Reichert, Altamira Pereira da Silva; Lucena de Vasconcelos, Maria Gorete; Eickmann, Sophie Helena; Lima, Marilia de Carvalho

2012-10-01

225

The role of the nurse on health promotion and health maintenance of adolescents  

Directory of Open Access Journals (Sweden)

Full Text Available Nurses have an indispensable role in maintenance and promotion of adolescens’ health. Nurses must know the basic principles of appropriate approach to adolescents, should be able to guide the adolescent and family in the promotion and maintenance of health. In this article, general observation principles of adolescent and family, the appropriate nursing approach to the major adolescent health issues, how to evaluate gathered data about adolescent’s such as nutrition, physical activity, mental health and, development and growth, the properties of therapeutic communication with adolescent and family, physical activity to be integrated into the life of the adolescent and family, nursing approach to illness and accident prevention has been handled. (Turk Arch Ped 2011; 46 Suppl: 4-8

Gülümser

2011-03-01

226

Public Health and Nursing: A Natural Partnership  

Digital Repository Infrastructure Vision for European Research (DRIVER)

The health of individuals occurs within the context of their environment and the other individuals they interact with in the communities they live in, work in and visit. Promoting the health of the public requires multiple strategies aimed at improving the environment, the health knowledge of groups and individuals, maintaining adequate food and water, and reducing the spread of disease. Many disciplines are needed to meet these goals, but the largest segment of the professional health work f...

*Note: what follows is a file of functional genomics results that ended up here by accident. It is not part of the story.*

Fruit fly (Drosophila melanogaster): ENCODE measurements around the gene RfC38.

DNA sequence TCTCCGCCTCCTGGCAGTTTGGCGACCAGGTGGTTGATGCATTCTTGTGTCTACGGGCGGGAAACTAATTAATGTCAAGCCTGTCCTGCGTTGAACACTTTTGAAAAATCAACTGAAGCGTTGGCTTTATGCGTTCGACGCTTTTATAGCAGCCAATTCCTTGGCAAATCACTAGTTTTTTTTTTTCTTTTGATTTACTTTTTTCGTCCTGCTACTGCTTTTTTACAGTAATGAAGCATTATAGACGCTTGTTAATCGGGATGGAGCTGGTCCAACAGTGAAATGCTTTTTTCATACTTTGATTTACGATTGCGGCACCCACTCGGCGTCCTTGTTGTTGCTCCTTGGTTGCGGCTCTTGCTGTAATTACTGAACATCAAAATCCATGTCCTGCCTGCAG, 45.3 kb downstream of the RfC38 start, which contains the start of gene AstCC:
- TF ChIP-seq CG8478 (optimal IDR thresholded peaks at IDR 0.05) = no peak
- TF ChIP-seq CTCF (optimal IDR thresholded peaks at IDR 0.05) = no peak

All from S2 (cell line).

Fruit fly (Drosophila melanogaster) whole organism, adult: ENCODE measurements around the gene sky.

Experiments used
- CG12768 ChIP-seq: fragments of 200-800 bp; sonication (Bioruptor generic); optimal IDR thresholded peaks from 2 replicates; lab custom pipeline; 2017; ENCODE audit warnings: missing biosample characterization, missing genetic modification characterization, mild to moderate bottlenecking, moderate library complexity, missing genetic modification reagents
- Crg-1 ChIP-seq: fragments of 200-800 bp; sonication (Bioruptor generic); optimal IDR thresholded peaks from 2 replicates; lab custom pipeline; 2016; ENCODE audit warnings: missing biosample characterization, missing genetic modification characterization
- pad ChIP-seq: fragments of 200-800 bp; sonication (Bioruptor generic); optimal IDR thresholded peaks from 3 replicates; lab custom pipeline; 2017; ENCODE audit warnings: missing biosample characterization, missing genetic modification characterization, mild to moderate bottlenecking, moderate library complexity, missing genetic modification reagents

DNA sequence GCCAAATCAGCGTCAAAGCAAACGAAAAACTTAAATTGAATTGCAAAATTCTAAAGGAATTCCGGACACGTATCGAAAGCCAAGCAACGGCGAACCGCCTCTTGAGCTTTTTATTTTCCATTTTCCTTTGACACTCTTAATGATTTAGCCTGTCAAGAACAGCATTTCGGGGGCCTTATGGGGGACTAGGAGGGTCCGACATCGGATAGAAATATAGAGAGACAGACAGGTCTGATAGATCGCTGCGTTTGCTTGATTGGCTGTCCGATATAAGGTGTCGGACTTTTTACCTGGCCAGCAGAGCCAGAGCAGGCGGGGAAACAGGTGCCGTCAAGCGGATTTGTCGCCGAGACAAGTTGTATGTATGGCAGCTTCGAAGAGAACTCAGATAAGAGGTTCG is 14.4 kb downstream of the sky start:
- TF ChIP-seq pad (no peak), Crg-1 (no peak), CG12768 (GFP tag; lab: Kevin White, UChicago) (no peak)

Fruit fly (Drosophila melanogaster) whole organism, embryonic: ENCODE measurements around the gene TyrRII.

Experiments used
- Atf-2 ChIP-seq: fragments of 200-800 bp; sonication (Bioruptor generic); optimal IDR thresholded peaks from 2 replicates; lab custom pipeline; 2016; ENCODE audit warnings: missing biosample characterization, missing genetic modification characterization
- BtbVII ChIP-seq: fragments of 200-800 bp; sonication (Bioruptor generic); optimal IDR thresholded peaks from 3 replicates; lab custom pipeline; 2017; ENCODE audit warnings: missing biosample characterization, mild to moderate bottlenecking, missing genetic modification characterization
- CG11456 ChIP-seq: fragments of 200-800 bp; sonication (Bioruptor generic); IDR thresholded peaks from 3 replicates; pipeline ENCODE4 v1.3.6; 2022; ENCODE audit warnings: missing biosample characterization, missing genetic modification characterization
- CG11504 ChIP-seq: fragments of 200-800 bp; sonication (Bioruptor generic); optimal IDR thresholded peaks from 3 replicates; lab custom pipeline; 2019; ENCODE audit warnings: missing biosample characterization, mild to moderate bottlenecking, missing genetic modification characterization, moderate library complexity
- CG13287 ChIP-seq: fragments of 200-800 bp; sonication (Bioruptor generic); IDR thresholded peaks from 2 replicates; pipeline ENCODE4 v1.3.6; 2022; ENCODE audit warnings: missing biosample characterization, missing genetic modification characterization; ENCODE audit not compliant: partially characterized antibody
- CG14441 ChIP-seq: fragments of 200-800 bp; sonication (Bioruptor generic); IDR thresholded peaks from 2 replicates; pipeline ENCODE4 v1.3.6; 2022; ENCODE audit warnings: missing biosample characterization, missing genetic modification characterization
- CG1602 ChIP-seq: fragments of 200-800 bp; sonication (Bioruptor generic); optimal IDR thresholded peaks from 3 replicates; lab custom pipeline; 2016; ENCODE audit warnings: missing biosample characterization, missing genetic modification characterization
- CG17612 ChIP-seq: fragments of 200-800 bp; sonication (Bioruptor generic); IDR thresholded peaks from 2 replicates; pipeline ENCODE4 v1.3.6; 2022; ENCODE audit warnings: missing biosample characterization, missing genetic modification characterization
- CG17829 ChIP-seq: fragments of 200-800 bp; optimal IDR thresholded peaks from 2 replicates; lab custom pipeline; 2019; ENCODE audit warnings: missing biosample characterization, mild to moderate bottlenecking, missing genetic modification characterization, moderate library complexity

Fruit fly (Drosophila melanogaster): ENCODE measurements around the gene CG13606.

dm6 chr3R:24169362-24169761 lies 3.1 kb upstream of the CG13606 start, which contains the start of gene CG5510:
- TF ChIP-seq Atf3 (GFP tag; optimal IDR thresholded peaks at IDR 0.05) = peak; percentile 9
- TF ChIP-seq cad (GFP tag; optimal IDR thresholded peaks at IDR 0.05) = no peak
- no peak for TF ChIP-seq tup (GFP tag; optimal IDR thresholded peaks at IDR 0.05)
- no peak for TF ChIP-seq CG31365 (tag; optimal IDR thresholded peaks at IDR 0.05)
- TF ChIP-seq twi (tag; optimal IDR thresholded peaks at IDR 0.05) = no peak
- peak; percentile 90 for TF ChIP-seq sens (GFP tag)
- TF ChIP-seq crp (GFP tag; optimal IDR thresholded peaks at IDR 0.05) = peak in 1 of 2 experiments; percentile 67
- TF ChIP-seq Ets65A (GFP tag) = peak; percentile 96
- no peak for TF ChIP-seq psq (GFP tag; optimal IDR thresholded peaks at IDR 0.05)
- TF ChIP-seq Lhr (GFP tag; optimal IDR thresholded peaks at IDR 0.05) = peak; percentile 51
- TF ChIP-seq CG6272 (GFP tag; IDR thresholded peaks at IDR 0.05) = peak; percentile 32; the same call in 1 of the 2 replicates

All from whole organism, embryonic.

Joan Kub; Christine Savage

2009-01-01

227

What determines whether nurses provide physical health care to consumers with serious mental illness?  

Science.gov (United States)

People with serious mental illness (SMI) have heightened rates of chronic physical disease. This study aimed to identify what nurse and organisational factors predict physical health care provided by nurses in contact with consumers with SMI, through a survey in Australia (N=643). Statistical analyses revealed that physical health care could be accounted for in terms of nurse views on consumer health, rights and nurse role ideal ('nurses should be involved in physical health care'), and organisational factors. However, organisational factors may be more important in determining physical health care than views and perceptions about consumers, roles and ideals. PMID:24673781